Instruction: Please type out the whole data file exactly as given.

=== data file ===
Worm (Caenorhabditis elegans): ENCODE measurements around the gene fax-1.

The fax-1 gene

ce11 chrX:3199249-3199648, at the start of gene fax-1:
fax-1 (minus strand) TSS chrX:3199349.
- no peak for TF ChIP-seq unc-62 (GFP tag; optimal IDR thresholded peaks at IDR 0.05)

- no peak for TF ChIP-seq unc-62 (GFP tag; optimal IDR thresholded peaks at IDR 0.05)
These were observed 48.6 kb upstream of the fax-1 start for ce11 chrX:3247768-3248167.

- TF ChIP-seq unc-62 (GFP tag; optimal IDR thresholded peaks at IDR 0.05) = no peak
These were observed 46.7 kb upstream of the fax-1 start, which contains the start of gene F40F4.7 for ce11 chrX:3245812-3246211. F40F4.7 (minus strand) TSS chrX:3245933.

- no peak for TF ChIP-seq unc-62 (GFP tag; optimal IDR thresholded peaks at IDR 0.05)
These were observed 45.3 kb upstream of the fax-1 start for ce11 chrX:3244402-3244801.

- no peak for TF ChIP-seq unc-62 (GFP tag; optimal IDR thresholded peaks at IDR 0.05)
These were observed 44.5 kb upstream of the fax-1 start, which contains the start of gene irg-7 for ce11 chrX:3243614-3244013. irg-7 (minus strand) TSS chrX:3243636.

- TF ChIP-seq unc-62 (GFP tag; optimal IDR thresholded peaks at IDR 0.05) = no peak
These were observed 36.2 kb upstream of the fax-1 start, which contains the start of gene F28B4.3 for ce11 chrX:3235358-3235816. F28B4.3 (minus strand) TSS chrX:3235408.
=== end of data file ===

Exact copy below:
Worm (Caenorhabditis elegans): ENCODE measurements around the gene fax-1.

The fax-1 gene

ce11 chrX:3199249-3199648, at the start of gene fax-1:
fax-1 (minus strand) TSS chrX:3199349.
- no peak for TF ChIP-seq unc-62 (GFP tag; optimal IDR thresholded peaks at IDR 0.05)

- no peak for TF ChIP-seq unc-62 (GFP tag; optimal IDR thresholded peaks at IDR 0.05)
These were observed 48.6 kb upstream of the fax-1 start for ce11 chrX:3247768-3248167.

- TF ChIP-seq unc-62 (GFP tag; optimal IDR thresholded peaks at IDR 0.05) = no peak
These were observed 46.7 kb upstream of the fax-1 start, which contains the start of gene F40F4.7 for ce11 chrX:3245812-3246211. F40F4.7 (minus strand) TSS chrX:3245933.

- no peak for TF ChIP-seq unc-62 (GFP tag; optimal IDR thresholded peaks at IDR 0.05)
These were observed 45.3 kb upstream of the fax-1 start for ce11 chrX:3244402-3244801.

- no peak for TF ChIP-seq unc-62 (GFP tag; optimal IDR thresholded peaks at IDR 0.05)
These were observed 44.5 kb upstream of the fax-1 start, which contains the start of gene irg-7 for ce11 chrX:3243614-3244013. irg-7 (minus strand) TSS chrX:3243636.

- TF ChIP-seq unc-62 (GFP tag; optimal IDR thresholded peaks at IDR 0.05) = no peak
These were observed 36.2 kb upstream of the fax-1 start, which contains the start of gene F28B4.3 for ce11 chrX:3235358-3235816. F28B4.3 (minus strand) TSS chrX:3235408.